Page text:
This article describes several types of support systems for the load-bearing structures of blast furnaces and
their auxiliary equipment. A detailed discussion is presented of systems of the Czechoslovakian type. The lower
part of such systems consists of a three-dimensional framework resting on four columns having a certain
modulus. Supporting beams are located at the level of the casting platform and are suspended from other
beams installed above the bustle pipe. One important advantage of this furnace design is that the combined
weight of the auxiliary equipment and the load-bearing structures is divided between the four-column system
and the furnace proper. This is convenient from a static viewpoint and significantly reduces the loads on the
structure. One advantage of the proposed type of load-bearing system is that the weight of the furnace and
the auxiliary equipment is evenly distributed over the entire area of the foundation slab. The proposed
system can be used on all types of furnaces. Another advantage of the Czech system is that it affords safe
access to the equipment located in the bottom part of the furnace. During the reconstruction of blast
furnaces, the upper part of the furnace can be suspended on the four-column system while the bottom of the
furnace is being replaced.
At present, any innovations that are made in blast-furnace technology usually require modernization and recon-
struction of the furnace’s equipment. Such changes in turn make it necessary to modify the load-bearing structures of the
furnace and the auxiliary equipment. Reconstruction projects of this nature require statistical analysis of large volumes of
data on the load-bearing structures and foundations from the standpoint of their reliability over the projected service life of the
In general, metal structures are characterized as three-dimensional systems that must meet certain requirements on
reliability. These requirements pertain to safety of operation, the load-carrying capacity of the corresponding mechanisms,
the rigidity of the structural members, and the performance of the constituent materials. Steel is the material traditionally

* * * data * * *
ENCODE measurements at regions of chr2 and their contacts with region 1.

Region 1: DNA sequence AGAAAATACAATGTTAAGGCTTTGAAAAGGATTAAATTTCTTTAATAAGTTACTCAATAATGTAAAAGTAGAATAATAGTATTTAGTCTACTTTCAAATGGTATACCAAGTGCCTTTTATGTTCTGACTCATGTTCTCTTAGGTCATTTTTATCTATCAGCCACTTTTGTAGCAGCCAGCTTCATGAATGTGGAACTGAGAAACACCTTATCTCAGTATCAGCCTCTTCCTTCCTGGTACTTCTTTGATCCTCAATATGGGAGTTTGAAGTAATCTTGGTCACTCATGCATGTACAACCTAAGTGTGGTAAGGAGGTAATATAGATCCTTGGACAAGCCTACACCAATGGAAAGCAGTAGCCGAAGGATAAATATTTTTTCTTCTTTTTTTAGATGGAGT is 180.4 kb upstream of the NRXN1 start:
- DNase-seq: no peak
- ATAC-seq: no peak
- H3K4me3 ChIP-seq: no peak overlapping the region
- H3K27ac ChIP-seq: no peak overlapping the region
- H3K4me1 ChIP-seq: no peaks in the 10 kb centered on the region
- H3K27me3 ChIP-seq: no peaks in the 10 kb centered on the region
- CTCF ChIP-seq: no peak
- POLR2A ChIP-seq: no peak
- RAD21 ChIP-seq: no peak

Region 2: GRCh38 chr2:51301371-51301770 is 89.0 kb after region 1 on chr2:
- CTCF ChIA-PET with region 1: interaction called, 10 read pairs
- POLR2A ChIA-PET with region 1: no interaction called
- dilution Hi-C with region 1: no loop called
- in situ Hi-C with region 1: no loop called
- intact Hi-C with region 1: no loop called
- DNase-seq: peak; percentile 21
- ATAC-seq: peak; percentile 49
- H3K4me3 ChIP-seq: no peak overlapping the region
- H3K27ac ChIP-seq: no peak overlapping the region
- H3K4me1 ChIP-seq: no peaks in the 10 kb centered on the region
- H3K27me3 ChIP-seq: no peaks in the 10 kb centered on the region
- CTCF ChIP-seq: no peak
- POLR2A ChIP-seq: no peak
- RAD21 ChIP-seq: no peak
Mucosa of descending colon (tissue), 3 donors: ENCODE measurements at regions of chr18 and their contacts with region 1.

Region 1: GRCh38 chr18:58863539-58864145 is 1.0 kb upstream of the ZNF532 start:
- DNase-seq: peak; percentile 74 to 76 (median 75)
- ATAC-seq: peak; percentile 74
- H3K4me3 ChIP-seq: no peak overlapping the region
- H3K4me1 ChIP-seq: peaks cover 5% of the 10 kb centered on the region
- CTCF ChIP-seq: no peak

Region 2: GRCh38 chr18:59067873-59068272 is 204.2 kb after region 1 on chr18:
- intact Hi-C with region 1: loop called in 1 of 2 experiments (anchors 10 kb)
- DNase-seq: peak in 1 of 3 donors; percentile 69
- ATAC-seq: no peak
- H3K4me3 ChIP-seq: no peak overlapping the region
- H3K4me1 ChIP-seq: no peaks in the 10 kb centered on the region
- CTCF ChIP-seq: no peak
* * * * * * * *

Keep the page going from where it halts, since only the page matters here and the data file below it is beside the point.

used in the design of large industrial installations that are subject to substantial loads – blast furnaces, in particular.
Support system for the load-bearing structures of blast furnaces (Fig. 1). There are several known types of
support systems for the load-bearing structures of blast furnaces and their auxiliary equipment [1–10].
Below, we examine features, advantages, and disadvantages of the systems currently in use in different countries.
Scottish type. Blast-furnace designs of the Scottish type are not self-supporting. The furnace rests on inclined
columns located around the furnace. The bustle pipe is located outside the columns, which prevents the tuyeres from being
evenly spaced about the furnace’s circumference. The platforms at the top of the furnace are connected to the furnace’s shell.
Vibrations are transmitted from the skip hoist to the equipment in the top of the furnace and the furnace structures. One short-
coming of furnaces of this type is that it is difficult to service the tuyeres in the lower part of the furnace.
The blast-furnace structure of the German type is self-supporting. The top of the furnace is superimposed on this
structure. The main load-bearing system around the furnace consists of four recticulated columns, and the bustle pipe is
Metallurgist, Vol. 50, Nos. 7–8, 2006
METAL STRUCTURES OF BLAST FURNACES
H. Al-Hussein and Ya. Hudak
Mi-Fi-Bu SKELETING and the Engineering University at Koshitse, Slovakia. Translated from Metallurg, No. 7,
pp. 54–56, July, 2006.
2006 Springer Science+Business Media, Inc.